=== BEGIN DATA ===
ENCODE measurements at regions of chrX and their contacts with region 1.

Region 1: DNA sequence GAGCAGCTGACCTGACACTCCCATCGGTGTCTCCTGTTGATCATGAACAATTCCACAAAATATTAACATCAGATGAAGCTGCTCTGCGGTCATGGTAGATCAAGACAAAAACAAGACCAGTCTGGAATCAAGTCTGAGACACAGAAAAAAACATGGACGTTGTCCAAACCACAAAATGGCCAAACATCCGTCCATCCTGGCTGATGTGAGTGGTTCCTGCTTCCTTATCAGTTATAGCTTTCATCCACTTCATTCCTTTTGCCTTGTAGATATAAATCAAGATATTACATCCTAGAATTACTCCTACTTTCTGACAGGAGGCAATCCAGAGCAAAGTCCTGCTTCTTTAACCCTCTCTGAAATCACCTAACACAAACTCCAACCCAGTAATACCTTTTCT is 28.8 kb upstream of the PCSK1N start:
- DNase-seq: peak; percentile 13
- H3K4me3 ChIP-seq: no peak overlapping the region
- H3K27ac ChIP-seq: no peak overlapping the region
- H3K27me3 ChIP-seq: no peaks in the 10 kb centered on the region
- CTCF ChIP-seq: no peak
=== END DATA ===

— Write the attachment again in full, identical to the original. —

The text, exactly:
ENCODE measurements at regions of chrX and their contacts with region 1.

Region 1: DNA sequence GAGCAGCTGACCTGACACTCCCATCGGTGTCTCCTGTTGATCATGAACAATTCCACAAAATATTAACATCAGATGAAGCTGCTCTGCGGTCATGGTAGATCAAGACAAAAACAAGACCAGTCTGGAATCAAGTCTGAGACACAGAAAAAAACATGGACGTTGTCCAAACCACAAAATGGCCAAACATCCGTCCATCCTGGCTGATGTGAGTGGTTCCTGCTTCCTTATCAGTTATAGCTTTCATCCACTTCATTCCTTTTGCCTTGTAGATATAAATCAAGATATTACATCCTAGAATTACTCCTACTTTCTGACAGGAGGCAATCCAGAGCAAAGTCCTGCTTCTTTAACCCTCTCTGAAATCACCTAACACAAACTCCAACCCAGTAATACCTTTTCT is 28.8 kb upstream of the PCSK1N start:
- DNase-seq: peak; percentile 13
- H3K4me3 ChIP-seq: no peak overlapping the region
- H3K27ac ChIP-seq: no peak overlapping the region
- H3K27me3 ChIP-seq: no peaks in the 10 kb centered on the region
- CTCF ChIP-seq: no peak